Truth behind department icon’s downfall
This isn't the first time Harris Scarfe has been on the brink of ruin.
The 170-year-old department store institution, founded in central Adelaide, was rescued from bankruptcy in 2001 and has changed hands four times since.
But retail experts say the recent plunge back into receivership will be the final chapter for the $380 million national chain, leaving more than 1800 staff from 66 stores unemployed.
Sector consultant at Retail Doctor Group, Brian Walker, said the company's best chance of survival is to be "dismembered" and although there are potential buyers he says the continuation of South Australia's oldest retailer is "more unlikely than likely".
The business has had the ruler run over it by various potential suitors," he told news.com.au.
"A couple have said that not without a radical restructuring would it hold value, and that tells me that some assets will be sold off but I don't think we'll see the Harris Scarfe that we once saw.
"And frankly, I think the market has moved on from it anyway."
University of Tasmania retail expert Louise Grimmer echoed this sentiment, providing an equally bleak forecast for the once iconic department store.
The chain is better known in the southern states but has strong network in regional Australia, says Dr Grimmer, where its collapse will be felt most.
"It's sad to see any Australian business go under, particularly one with such a history in the sector but, in the end, retailers must adapt to change and it appears that Harris Scarfe just weren't able to do this," she said.
"This will certainly have an impact on the smaller communities in which these stores operate - particularly Launceston in my home state of Tasmania.
"A large retailer pulling out or closing down in smaller cities has a significant impact on those communities."
Dr Grimmer said retailers such as Harris Scarfe are stuck in "bland land" - the middle of the market, unable to attract budget shoppers or compete against glitzy rivals David Jones and Myer.
She says Target is another vulnerable chain as the economy shrinks and consumer confidence continues to weaken.
"We've seen from the collapse of Harris Scarfe the middle ground is no longer fertile for many retailers and so Target will need to make that hard choice: go hard up against Kmart at the budget end or really do something different with the brand and take it up a notch," Dr Grimmer told news.com.au.
"This will of course be difficult given the restricting of the retail sector, current consumer sentiment and economic outlook for Australia.
"If it can't do this then we may see another loss to the discount sector and that would be a pity."
Trading will continue as normal over the Christmas period and employees will be paid by the receivers, the appointed administrators Deloitte Restructuring Services (DRS) said on Wednesday.
"Harris Scarfe is a longstanding retail institution," DRS partner Vaughan Strawbridge said.
"We will be making every effort to secure a future for the business and intend to commence an immediate sale of business process."
Less than a month ago, Harris Scarfe was bought by a Sydney-based private equity firm - Allegro Funds - which specialises in turning around businesses.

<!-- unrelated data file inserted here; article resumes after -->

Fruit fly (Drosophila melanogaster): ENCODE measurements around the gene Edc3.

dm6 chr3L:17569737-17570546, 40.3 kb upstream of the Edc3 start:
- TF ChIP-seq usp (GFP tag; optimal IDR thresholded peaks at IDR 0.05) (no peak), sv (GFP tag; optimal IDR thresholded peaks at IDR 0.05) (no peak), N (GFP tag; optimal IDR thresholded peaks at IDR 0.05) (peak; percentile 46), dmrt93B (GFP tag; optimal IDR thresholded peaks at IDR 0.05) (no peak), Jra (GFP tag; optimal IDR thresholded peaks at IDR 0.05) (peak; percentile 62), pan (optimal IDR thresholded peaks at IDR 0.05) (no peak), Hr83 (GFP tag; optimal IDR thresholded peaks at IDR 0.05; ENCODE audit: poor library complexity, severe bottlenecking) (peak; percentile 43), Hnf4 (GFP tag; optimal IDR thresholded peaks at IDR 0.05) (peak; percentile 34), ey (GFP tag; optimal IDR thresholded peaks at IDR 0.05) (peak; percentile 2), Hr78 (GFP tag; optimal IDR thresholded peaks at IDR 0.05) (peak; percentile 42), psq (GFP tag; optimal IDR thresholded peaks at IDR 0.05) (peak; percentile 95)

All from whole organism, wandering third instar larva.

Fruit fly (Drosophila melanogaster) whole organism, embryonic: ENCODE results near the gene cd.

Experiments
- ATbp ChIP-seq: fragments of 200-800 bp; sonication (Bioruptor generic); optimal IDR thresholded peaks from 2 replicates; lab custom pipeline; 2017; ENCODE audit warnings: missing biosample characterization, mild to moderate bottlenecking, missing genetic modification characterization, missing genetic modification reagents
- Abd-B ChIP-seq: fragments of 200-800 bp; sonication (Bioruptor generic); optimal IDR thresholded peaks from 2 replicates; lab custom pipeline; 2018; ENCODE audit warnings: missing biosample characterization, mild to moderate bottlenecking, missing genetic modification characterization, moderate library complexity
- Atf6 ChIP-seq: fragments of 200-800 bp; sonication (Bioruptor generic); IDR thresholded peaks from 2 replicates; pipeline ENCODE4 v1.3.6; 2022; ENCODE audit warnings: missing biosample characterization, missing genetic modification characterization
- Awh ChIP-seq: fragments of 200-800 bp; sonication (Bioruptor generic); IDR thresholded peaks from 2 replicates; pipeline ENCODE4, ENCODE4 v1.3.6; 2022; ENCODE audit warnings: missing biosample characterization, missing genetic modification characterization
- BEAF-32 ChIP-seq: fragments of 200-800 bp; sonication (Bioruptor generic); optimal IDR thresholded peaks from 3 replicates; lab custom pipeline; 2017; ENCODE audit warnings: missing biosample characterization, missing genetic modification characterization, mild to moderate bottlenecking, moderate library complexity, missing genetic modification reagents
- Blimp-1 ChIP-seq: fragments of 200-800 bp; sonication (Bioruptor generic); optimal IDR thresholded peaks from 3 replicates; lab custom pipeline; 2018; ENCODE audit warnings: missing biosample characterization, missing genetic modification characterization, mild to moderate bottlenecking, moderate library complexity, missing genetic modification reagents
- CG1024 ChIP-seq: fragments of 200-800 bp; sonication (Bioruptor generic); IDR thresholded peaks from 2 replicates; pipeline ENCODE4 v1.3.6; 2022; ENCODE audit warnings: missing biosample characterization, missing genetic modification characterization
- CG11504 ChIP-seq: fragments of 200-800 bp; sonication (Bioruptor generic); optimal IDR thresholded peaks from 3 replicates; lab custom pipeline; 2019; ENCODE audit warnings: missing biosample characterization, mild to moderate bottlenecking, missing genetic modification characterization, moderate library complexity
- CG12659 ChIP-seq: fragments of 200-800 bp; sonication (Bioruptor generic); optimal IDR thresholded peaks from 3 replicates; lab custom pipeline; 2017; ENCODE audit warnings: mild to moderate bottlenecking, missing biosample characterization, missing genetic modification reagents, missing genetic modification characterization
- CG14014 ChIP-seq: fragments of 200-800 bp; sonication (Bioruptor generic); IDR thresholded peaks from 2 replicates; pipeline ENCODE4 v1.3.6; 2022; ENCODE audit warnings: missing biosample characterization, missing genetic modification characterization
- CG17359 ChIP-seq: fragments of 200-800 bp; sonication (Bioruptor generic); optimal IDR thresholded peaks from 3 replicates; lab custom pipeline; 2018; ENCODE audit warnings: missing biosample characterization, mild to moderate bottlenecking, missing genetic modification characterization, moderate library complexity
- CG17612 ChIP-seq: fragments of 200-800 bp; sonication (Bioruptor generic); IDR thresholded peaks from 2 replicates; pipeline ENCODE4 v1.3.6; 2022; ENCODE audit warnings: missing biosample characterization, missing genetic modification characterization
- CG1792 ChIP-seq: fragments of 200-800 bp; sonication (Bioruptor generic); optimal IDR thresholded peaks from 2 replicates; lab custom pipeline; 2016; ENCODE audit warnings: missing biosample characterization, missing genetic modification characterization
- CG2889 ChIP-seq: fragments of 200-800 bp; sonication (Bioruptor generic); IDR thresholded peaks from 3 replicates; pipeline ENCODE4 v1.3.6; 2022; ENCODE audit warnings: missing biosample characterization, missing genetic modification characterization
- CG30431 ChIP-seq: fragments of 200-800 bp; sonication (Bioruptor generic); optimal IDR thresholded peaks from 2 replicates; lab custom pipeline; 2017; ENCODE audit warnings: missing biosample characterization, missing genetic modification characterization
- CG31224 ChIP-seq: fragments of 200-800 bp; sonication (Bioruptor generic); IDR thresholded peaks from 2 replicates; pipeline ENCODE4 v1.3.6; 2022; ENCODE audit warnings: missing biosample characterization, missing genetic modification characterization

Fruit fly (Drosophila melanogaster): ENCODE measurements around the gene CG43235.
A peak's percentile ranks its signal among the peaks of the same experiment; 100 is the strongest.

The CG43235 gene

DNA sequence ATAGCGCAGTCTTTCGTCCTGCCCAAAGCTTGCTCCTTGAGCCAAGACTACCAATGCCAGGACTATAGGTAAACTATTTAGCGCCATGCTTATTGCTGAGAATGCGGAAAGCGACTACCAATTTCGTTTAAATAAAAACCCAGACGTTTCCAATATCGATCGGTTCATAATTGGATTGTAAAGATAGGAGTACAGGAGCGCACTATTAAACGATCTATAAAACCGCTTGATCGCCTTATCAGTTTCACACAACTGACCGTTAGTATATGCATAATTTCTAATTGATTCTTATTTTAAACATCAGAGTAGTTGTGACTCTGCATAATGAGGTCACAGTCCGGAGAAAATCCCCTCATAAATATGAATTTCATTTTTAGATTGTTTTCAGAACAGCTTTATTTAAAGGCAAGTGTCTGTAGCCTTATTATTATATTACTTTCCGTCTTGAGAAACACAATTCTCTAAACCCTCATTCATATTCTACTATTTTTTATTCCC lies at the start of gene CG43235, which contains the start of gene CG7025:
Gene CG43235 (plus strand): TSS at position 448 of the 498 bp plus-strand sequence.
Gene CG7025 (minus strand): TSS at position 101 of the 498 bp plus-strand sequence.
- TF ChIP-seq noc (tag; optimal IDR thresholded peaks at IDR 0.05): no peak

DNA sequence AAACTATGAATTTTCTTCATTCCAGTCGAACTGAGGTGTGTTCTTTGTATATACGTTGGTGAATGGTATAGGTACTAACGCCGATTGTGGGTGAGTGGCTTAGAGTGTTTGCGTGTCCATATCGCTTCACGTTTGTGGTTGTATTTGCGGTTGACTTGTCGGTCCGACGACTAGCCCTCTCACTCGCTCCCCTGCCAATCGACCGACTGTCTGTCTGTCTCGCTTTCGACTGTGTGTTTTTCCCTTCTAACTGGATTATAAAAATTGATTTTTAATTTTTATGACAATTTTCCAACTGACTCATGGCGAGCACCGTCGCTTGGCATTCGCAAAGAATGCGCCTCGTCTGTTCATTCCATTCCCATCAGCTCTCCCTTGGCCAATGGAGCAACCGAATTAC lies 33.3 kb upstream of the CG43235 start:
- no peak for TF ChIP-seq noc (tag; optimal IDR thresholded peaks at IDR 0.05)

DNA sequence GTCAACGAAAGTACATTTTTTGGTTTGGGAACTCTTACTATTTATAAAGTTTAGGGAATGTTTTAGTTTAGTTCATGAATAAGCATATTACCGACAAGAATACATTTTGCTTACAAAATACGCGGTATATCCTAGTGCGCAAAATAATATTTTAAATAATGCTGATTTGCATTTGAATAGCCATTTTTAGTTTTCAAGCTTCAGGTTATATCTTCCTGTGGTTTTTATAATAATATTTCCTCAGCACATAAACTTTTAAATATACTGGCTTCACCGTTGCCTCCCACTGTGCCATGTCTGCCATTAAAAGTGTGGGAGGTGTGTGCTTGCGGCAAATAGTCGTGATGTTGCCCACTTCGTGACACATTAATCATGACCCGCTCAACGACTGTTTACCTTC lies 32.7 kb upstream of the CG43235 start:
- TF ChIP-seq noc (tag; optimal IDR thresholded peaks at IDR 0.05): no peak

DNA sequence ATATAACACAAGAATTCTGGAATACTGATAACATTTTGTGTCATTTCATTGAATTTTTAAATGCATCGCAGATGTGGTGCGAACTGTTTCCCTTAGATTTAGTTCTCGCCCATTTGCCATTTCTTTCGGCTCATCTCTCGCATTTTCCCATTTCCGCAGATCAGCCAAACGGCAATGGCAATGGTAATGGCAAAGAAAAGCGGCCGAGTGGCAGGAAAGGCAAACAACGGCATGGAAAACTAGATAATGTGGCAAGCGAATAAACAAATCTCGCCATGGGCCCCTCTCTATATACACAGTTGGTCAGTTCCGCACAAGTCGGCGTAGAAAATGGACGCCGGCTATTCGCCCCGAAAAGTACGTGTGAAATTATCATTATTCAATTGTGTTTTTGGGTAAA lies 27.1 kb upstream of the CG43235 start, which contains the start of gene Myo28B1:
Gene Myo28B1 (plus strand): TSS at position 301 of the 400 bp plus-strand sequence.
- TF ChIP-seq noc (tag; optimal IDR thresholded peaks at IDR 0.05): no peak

'WORKERS ARE FEARFUL'
The more than 1800 staff network have been ordered by the administrators to not talk to the media as they enter the Christmas period not knowing the future of their employment, union representatives say.
Workers have been promised their entitlements will be paid out by the receivers but Shop, Distributive and Allied Employees Association secretary Gerard Dwyer said the threats to stay quiet are an ominous sign.
"The workers are justifiably fearful that they will not now have enough money to give their families the Christmas they deserve, let alone have secure employment into the New Year," he said.
"If it is the case, as the administrators insist, that Harris Scarfe will continue to trade and that all workers entitlements will be paid in full, they should not be concerned about workers speaking up.
"If the administrators mean what they say, they should have nothing to fear from workers airing their concerns."
SECTOR'S YEAR FROM HELL
In January, menswear retailer Ed Harry went into voluntary administration and a week later, Aussie sportswear favourite Skins also revealed it was on the brink of failure after applying for bankruptcy in a Swiss court.
At the end of the month, the Napoleon Perdis beauty empire announced the cult make-up chain's 56 Aussie stores had closed for stocktake. Administrators were appointed, and scores of stores have since collapsed.
Footwear trailblazer Shoes of Prey also met its demise in March this year, along with British fashion giant Karen Millen, which in September revealed it would soon shut all Aussie stores, leaving around 80 jobs in peril.
In October, celebrity chef Shannon Bennett's Melbourne burger chain Benny Burger was also placed into administration followed by seven Red Rooster outlets in Queensland just days later, and then Aussie activewear sensation Stylerunner, which has since been sold to Accent Group Limited.
Just weeks ago it was revealed that popular furniture and homewares company Zanui had collapsed after it abruptly entered voluntary administration, leaving some angry customers in the lurch.
In November, Muscle Coach, a leading fitness company, was put into voluntary administration after a director received a devastating diagnosis and the company racked up debts of almost $1 million.
Then it was the famous Criniti's restaurant chain's turn to enter into voluntary administration, with several of the 13 sites across the country set to be closed for good.
And just weeks ago fast fashion staple Bardot also went into voluntary administration, blaming a "highly cluttered" and "increasingly discount-driven market".